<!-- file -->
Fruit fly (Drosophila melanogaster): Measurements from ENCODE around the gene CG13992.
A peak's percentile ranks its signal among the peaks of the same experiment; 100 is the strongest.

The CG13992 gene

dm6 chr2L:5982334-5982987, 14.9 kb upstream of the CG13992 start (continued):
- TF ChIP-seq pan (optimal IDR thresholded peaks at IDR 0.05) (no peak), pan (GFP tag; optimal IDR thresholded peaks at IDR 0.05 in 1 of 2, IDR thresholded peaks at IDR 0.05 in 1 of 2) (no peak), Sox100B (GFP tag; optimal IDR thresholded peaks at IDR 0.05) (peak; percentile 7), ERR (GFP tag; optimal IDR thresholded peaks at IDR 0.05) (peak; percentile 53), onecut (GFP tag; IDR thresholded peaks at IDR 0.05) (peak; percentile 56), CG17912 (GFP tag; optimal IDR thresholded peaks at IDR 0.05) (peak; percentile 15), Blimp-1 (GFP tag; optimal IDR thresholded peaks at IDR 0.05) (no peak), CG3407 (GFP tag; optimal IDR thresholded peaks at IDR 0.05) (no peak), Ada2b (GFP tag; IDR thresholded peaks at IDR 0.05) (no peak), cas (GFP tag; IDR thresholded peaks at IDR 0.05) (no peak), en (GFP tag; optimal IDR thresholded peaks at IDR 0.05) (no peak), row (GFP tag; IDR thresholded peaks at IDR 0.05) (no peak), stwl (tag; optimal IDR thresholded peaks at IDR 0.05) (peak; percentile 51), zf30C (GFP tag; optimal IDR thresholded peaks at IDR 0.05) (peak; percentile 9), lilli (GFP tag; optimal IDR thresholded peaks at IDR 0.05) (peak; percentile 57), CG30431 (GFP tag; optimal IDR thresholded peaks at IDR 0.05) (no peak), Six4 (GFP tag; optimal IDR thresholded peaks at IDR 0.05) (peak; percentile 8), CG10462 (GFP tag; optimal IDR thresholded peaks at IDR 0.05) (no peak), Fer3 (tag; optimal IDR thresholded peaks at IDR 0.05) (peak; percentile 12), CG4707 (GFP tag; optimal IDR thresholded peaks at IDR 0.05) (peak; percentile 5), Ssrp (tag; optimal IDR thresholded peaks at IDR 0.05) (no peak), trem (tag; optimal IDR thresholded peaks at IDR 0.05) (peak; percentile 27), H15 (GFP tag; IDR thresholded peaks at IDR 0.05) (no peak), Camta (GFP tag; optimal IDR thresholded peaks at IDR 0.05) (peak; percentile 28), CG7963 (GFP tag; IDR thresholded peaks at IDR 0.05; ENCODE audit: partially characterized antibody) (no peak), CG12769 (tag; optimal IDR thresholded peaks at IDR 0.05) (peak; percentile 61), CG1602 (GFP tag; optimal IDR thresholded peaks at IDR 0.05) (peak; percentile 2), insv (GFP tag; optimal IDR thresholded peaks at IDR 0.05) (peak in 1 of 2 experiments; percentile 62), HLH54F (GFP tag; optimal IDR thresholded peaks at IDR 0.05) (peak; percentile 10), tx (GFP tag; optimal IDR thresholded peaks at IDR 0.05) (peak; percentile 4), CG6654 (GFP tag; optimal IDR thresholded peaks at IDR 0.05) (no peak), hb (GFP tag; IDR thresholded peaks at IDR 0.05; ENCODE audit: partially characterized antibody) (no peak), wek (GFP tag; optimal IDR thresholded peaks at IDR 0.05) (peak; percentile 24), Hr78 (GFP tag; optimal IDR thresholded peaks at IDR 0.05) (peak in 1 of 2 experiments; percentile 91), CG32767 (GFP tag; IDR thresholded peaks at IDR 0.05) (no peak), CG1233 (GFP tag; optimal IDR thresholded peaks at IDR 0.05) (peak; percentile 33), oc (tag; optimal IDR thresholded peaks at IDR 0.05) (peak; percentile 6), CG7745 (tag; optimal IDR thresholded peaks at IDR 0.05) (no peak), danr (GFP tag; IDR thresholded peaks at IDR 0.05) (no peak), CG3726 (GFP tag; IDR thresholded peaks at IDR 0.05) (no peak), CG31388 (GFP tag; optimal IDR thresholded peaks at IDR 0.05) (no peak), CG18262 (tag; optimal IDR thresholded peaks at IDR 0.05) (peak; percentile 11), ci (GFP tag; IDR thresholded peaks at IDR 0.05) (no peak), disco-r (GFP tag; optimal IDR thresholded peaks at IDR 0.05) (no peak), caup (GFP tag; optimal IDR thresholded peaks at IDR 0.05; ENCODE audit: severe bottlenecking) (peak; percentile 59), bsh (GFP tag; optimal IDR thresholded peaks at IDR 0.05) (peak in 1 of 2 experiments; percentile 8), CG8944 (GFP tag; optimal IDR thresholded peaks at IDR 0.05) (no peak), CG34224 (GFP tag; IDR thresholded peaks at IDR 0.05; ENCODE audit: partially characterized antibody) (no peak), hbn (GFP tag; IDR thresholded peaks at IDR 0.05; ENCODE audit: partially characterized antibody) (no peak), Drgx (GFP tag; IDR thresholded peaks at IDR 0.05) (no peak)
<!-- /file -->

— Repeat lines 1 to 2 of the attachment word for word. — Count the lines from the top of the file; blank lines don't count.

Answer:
Fruit fly (Drosophila melanogaster): Measurements from ENCODE around the gene CG13992.
A peak's percentile ranks its signal among the peaks of the same experiment; 100 is the strongest.